4.7-inch Howitzer, Model 1913

From time to time, The Tactical Notebook will refresh, revise, and republish an ‘oldie but goodie’ from its back catalogue. This is one such piece.

In the fifteen years leading up to the entry of the United States into the First World War, the US Army Ordnance Department developed a system of mobile artillery pieces based upon two principles. First, the artillery pieces of this system would make use of four projectiles, each of which weighed twice as the next lightest in the series. (The lightest of these shells would weigh 15 pounds. The heaviest would tip the scales at 120 pounds.  In between these two extremes, the family featured a 30-pound shell and a 60-pound shell.)  Second, the Ordnance Department proposed to build a pair of field pieces – one howitzer and one gun – for each of the shells in the series.

Once this project was fully realized, the US Army would be able to field three sets of weapons, each of which consisted of a pair of field pieces of similar weights. The first set would consist of a 15-pounder light field gun and a 30-pounder light field howitzer, the second a 30-pounder field gun and a 60-pounder field howitzer, and the third a 60-pounder heavy field gun and a 120-pounder heavy field howitzer.

In addition to the three sets of field pieces, the Ordnance Department also developed a 15-pounder pack howitzer.  Frequently described as a ‘mountain gun’, this weapon could be broken down into a series of loads, each of which was light enough to be carried by a mule.  (The rule of thumb for such loads, derived from long experience with mules, was that each should not weigh more than 200 pounds.)

The 3-inch Pack Howitzer (Model 1911)

Between 1902 and 1915, the Ordnance Department built prototypes for all members of the ‘system of mobile artillery.’  In the same period, it put two members of the family, the 3-inch light field gun and the 4.7-mm heavy field gun, into serial production.

Upon the entry of the United States into the First World War, the Ordnance Department made plans to for the mass production of all guns and howitzers of the “system of mobile artillery.”  However, by the end of 1917, this plan had been replaced by a program to arm most of the field artillery batteries of the American Expeditionary Force with French weapons, particularly the famous ‘French 75’ (75mm field gun Model 1897) and the Schneider heavy field howitzer (155mm Model 1917.)  Indeed, the only piece from the ‘system of mobile artillery’ to see service in France was the 4.7-inch heavy field gun.  (The 3-inch light field guns were used to arm field batteries serving on the border with Mexico.)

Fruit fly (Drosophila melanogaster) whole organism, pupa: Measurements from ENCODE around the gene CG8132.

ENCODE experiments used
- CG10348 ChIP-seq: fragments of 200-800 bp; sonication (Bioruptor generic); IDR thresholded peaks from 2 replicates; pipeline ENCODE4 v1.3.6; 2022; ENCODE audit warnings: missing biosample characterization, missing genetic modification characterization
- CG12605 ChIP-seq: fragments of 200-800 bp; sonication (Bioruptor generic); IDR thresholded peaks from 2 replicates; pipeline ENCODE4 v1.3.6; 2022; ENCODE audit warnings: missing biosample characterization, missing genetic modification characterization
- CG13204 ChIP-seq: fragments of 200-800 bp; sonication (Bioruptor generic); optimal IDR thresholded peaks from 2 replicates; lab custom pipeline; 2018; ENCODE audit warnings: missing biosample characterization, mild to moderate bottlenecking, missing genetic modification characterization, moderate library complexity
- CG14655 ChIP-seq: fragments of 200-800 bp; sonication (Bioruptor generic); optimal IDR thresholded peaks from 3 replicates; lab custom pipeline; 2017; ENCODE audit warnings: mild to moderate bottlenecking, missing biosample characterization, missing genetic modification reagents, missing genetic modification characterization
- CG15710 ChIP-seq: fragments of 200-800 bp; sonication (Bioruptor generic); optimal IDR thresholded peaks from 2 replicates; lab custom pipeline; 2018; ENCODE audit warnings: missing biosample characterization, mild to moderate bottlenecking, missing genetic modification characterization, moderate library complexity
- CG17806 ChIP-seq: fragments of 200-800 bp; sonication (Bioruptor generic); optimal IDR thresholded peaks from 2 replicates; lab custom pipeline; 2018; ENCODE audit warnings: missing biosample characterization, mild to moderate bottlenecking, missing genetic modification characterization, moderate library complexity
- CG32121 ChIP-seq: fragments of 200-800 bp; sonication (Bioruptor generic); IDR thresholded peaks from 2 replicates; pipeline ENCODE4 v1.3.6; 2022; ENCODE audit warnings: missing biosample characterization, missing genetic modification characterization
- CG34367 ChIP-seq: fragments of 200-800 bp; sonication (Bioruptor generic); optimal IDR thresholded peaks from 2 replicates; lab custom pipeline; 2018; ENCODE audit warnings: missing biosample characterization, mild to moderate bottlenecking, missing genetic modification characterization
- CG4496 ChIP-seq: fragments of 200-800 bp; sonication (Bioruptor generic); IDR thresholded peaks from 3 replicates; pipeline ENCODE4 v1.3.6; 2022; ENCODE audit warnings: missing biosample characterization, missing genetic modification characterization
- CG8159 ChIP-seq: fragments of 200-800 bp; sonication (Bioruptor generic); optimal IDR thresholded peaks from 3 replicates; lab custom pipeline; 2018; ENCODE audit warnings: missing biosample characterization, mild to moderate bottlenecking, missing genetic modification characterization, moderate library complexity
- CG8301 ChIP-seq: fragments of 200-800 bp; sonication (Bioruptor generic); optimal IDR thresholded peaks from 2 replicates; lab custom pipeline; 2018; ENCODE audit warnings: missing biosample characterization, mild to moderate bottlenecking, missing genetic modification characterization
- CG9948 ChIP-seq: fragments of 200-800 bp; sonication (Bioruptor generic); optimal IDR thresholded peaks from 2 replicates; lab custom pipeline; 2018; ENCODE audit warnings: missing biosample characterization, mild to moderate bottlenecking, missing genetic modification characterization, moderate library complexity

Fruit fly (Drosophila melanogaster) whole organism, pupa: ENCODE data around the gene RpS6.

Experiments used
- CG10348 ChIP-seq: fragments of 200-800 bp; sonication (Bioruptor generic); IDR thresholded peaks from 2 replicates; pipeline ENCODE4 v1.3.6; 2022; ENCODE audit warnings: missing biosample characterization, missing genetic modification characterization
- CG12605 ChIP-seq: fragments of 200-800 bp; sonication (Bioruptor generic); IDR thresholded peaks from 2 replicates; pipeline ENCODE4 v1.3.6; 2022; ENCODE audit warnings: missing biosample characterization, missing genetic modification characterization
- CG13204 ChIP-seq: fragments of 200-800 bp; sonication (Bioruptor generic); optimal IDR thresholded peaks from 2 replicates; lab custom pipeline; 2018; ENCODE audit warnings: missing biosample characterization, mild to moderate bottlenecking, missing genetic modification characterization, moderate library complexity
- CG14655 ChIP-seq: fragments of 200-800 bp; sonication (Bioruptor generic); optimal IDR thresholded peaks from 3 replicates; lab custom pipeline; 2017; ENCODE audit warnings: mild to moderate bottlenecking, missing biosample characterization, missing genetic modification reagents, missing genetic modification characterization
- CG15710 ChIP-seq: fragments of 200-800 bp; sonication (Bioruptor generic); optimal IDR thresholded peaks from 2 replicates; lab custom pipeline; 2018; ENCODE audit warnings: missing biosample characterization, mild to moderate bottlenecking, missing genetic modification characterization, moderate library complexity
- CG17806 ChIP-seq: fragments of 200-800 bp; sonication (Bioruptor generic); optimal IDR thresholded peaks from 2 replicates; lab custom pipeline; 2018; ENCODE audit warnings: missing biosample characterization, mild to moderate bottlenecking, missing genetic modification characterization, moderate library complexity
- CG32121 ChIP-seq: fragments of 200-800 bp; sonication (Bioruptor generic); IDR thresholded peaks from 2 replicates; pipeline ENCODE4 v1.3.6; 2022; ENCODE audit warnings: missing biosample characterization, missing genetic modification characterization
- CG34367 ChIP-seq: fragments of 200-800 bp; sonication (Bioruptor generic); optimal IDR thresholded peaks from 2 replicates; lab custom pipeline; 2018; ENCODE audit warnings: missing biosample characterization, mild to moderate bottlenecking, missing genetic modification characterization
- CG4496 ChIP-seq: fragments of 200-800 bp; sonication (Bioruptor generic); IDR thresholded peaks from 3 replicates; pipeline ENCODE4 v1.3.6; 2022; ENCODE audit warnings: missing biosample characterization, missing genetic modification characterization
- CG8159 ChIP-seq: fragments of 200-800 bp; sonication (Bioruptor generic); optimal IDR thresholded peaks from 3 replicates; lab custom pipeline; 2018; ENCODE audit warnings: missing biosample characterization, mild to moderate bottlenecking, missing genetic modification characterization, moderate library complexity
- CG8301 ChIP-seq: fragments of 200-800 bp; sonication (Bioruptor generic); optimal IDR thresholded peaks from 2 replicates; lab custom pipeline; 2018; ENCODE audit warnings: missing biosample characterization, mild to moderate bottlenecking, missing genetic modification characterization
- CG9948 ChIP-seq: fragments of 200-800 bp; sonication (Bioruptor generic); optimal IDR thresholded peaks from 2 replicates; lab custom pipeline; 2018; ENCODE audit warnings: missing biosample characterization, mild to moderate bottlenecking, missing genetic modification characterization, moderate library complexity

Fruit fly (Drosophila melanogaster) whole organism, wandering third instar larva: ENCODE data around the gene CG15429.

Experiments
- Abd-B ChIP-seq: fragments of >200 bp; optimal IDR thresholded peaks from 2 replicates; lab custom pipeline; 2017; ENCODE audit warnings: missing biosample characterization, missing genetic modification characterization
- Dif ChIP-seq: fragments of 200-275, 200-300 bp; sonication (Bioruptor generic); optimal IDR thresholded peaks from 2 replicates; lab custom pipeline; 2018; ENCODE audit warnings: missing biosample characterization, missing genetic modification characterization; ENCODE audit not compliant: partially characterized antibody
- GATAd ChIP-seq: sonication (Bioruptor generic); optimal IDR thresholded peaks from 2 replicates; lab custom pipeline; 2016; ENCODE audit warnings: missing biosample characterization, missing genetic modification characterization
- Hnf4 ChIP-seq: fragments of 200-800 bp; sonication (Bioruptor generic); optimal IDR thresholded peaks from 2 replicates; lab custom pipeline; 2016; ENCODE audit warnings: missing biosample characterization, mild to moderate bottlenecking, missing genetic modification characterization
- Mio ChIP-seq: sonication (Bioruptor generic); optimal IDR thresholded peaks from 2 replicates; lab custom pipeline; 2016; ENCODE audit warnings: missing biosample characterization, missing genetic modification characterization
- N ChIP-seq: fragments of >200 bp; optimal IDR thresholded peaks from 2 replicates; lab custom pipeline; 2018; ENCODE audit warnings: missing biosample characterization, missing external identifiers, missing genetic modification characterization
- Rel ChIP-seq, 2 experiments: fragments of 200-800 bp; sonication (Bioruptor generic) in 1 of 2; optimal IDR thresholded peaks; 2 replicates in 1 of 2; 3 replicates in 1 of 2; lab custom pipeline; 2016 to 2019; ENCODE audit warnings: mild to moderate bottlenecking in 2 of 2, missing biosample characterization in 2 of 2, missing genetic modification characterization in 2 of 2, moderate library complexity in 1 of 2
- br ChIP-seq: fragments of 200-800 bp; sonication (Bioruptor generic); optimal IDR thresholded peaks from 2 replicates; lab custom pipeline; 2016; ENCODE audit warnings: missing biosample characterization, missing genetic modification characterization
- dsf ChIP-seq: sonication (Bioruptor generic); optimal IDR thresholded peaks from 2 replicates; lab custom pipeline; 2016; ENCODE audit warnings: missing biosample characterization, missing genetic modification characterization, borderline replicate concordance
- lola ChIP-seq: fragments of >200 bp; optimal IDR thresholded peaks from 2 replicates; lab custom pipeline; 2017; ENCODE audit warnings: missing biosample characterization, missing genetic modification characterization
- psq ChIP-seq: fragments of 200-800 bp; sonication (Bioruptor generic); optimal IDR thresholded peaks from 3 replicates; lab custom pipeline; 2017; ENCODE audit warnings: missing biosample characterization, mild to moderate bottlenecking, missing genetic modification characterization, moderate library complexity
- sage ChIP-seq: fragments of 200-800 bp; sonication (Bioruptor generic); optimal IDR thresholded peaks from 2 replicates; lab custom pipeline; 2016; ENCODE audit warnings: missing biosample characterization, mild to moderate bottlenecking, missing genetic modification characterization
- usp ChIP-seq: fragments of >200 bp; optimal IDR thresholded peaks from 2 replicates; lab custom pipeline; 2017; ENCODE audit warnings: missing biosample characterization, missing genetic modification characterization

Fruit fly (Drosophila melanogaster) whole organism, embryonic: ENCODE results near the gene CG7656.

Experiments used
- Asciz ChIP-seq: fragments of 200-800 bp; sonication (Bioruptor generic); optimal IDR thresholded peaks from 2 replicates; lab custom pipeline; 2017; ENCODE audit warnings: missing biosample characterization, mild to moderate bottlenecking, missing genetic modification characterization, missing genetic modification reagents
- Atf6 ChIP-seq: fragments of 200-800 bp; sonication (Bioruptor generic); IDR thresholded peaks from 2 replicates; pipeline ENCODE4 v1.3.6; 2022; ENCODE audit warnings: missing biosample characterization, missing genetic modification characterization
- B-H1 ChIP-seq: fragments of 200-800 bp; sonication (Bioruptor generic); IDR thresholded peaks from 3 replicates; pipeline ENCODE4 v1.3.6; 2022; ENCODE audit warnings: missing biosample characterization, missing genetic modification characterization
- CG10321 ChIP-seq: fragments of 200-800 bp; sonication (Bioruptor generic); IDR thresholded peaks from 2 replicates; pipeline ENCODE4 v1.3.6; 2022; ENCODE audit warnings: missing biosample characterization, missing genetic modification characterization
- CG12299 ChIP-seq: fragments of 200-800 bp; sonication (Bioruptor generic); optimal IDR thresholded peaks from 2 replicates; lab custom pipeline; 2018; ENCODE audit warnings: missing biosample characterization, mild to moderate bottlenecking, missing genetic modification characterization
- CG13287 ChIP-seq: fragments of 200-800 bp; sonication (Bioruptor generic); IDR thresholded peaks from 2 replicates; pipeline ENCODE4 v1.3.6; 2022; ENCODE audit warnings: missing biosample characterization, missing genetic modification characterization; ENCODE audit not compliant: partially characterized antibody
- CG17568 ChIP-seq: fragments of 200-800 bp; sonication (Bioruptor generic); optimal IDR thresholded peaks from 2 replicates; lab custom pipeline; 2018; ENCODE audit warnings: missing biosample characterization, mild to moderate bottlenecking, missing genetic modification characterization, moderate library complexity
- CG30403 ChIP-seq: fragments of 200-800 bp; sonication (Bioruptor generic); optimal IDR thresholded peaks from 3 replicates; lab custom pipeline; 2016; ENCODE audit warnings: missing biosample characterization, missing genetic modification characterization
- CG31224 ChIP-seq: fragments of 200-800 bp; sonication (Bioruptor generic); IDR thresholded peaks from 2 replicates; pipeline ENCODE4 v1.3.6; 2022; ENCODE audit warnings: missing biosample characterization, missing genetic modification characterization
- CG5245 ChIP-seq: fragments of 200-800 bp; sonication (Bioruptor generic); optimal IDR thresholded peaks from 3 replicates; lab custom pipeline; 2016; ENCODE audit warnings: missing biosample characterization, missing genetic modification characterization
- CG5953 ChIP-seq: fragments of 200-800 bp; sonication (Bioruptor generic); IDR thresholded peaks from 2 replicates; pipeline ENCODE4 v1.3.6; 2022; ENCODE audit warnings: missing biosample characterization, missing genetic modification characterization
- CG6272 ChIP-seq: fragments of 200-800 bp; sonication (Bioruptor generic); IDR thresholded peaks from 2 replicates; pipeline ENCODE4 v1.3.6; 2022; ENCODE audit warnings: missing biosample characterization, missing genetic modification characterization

The 3.8-inch Field Howitzer (Model 1913)


The first photo comes from the US National Archives. The other two were taken from issues of The Field Artillery Journal in the public domain.

Most of the figures in this table come from the following official publications of the U.S. Army Ordnance Department, all of which were published in Washington by the Government Printing Office:  Handbook of Artillery (1925) pages 284 and 316; Handbook of the 3-inch Gun Matériel, Model 1902 (1917) pages 13 and 60; Handbook of the 3.8-inch Gun Matériel (1917) pages 9 and 17; Handbook of the 3.8-inch Howitzer Matériel, Model 1915 (1917) pages 11 and 37-38; and Handbook of the 4.7-inch Gun Matériel (1917) pages 9 and 34. 

Figures for the 4.7-inch howitzer and 3-inch mountain howitzer come from two anonymous publications of the Bethlehem Steel Company:  Mobile Artillery Material (South Bethlehem:  M.S. Grim, 1916), pages 34-35 and 3-inch Mountain Gun and Carriage, Mark B (South Bethlehem:  M.S. Grim, 1916), pages 6 and 10. 

Figures for the 6-inch howitzer come from 108th (2nd Pennsylvania) Field Artillery Regiment, Field Artilleryman’s Guide (Philadelphia:  P. Blakiston’s Son, 1918), page 238.

For contemporary descriptions of the US “system of mobile artillery”, see the many books, articles, and locally published lectures produced by Oliver J. Spaulding, Jr. during this period, particularly The New Field Artillery Materiel … Its Characteristics and Powers (Fort Leavenworth:  Staff College Press, 1905), pages 14-16; Artillery Weapons, (Fort Leavenworth:  Infantry and Cavalry School, 1907), pages 18-21 and Notes on Field Artillery for Officers of All Arms (Fort Leavenworth:  U.S. Cavalry Association, 1914), pages 53-58. 

For Further Reading:

To Share, Subscribe, or Support: